All images via Shutterstock
I have to take this moment to apologize. It turns out, dear readers, that I’ve been leading you astray. I thought I had this whole “being disabled” thing figured out — y’know, focusing on intersectionality, various forms of ableism, or political engagement — but nope! My mistake! Apparently I’ve been doing it wrong since birth and need to completely overhaul my approach. And who do I have to thank for such an urgent epiphany? The wide, wise world of Shutterstock.
Stock photos have taught us so much around here: what lesbian sex really looks like (twice over), the finer points of kink, even the true meaning of Christmas. I deeply regret waiting until now to explore their take on the disabled experience. Because my friends, what I’ve discovered therein is life-changing. Forget everything else I’ve ever told you and invest in these eleven principles immediately.
Here’s how to be disabled — the stock photo way.
1. Use a (manual) wheelchair.
How else will anyone know? Other mobility aids don’t really count — do you see them on parking spaces and bathroom signs? Yeah, didn’t think so. If you want people to believe that you’re disabled, you have to prove it to them in a familiar, comfortable way. Then they’ll know how much misguided guilt to project onto you, what to assume about your self-esteem, which questions are okay to ask (spoiler: doesn’t matter, they’ll ask anyway), and exactly how often to ponder the intricacies of your sex life.
Invisible disabilities are useless in stock photos and particularly cruel to your audience. Could you imagine if they knew that disabled people are everywhere, all the time, even if they don’t realize it? And that supporting us involves more than installing ramps or calling Trump out on being a big bad meanie? The world would cease to turn! Nondisabled people can’t be bothered with that sort of critical thinking. So keep it simple and stick with the tried and true. There are a couple of exceptions — namely, white canes for blind folks and prosthetics for athletes or veterans — but otherwise, get yourself a chair that looks like it came straight out of a hospital in 1972.
2. And joyfully abandon it ASAP.
Because then you give the people what they really want: disability overcome. The joy is key here. You can’t just get out of your chair with no reaction or imply that you only use it sometimes (because anyone who does that is faking, obviously). It needs to be a climactic moment of victory, preferably your greatest achievement to date. No one wants to watch you integrate your disability into your sense of self. They need high drama, profound personal struggle, unrivaled bravery, and eventual liberation so they can keep assuming that being disabled sucks.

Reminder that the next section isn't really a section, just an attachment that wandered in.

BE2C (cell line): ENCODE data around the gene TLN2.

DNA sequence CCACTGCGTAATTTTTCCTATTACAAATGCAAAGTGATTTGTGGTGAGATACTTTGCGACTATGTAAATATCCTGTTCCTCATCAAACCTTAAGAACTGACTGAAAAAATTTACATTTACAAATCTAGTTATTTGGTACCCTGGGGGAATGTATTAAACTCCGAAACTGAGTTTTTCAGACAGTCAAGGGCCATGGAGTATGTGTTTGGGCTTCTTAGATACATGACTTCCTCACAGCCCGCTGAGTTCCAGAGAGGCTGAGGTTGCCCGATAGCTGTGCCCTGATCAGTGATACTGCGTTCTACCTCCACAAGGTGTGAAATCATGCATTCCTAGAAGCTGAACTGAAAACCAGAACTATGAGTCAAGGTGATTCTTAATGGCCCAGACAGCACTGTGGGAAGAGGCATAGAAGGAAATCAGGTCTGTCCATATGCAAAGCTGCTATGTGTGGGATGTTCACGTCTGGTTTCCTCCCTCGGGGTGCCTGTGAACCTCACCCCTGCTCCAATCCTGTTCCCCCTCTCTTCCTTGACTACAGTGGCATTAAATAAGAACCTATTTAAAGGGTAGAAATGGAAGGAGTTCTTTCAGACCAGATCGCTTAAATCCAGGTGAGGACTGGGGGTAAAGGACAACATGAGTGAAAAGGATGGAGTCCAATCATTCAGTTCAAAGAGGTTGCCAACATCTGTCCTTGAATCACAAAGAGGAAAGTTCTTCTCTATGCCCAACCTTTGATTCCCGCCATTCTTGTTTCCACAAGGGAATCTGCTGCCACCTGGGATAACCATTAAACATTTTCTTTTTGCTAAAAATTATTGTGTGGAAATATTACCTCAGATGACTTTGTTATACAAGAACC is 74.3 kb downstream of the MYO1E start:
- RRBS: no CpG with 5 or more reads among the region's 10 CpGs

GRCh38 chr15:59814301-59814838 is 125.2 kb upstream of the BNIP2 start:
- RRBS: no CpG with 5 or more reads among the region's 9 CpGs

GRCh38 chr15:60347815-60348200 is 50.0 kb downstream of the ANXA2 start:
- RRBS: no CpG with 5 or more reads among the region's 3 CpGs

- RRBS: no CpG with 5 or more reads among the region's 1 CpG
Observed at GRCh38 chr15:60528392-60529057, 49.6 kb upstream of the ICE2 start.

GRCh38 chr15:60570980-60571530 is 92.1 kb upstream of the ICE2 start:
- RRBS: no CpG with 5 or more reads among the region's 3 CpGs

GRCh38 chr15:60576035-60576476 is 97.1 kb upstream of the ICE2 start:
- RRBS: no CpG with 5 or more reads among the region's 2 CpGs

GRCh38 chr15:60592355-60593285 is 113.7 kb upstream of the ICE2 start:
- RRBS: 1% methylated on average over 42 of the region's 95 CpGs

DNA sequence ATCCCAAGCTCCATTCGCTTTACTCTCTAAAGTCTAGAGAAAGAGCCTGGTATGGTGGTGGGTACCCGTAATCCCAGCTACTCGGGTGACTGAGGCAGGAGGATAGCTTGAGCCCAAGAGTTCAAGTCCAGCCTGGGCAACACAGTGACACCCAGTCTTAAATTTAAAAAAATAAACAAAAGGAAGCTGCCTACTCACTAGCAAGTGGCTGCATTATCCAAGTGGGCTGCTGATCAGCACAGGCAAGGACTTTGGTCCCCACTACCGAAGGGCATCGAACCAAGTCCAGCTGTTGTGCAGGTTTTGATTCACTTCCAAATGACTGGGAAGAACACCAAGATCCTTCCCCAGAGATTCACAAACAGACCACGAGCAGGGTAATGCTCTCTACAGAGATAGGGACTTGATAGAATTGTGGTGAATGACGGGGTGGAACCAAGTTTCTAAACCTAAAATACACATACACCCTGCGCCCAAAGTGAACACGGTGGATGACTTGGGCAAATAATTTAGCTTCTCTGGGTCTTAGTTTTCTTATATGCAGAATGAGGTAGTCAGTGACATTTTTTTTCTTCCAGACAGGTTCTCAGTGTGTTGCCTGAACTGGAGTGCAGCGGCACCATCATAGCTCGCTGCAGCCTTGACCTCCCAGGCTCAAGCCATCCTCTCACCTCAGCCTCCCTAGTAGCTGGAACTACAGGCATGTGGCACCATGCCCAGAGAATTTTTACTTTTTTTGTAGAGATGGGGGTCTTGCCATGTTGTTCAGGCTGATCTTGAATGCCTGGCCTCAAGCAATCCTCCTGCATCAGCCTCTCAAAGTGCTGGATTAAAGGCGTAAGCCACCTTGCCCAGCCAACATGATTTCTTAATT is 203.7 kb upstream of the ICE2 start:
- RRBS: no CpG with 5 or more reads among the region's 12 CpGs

3. Alternately, stay out of the photo.
Search “disability” on any stock photo website (we use Shutterstock) and you can go pages without seeing an actual human person. Because at the end of the day, the chair gets the job done on its own. It’ll stir up all that familiar pity, unease, and confusion without having to acknowledge the fact that one billion people worldwide are disabled and therefore disability can’t actually be or mean the same things for everyone. Efficient!
Frame the chair different ways to elicit your desired reaction. Might I suggest Vaguely Foreboding…
4. Embrace headlessness.
If you insist on taking up space, at least let the photographer crop your face out of the frame. Remember that you are literally not a whole person.
5. Gaze out the window or exist in silhouette as often as possible.
Lighting counts! Remember your angles! Both of these poses suggest you are grappling with the meaning of life, which simultaneously makes you very profound and allows nondisabled people to feel So Inspired. If they’re not tearing up, you’re doing it wrong and should really care more about their opinions.
6. Raise your arms in triumph when outdoors.
This is the International Disability Feel-Good Signal and able-bodied people LOVE IT. Systemic underemployment? Precarious healthcare? A Presidential administration that insists we’ll be fine as long as we’re, y’know, not too disabled, or queer, or trans, or immigrants, or women? Who cares! Head on out to the beach/meadow/mountaintop and get those hands up high. Ain’t life grand?
7. Be interchangeable.
No one’s gonna notice, right?
Whoopsie daisy. Whatever.
8. Seek divine healing.
Remember: God made you disabled because “He knew you could handle it,” but can also instantly reverse that decision if you pray hard enough. This isn’t confusing at all and you need to just accept it so we can move on with our lives.
9. In the workplace, make sure you’ve got at least one able-bodied white guy with you at all times.
They will provide the “objectivity,” “business sense,” and “decisiveness” you otherwise lack — and can also explain why your requested accommodation is “just going to put too much strain on our budget this year.”
10. Related: Be white.
Unless you are also a cartoon man.
11. And remember to always ask the right questions about your sexuality.
Just kidding, there’s only one question:
And I think you know the answer.
Now if you’ll excuse me, I’m off to experience happiness on a hilltop at sunset.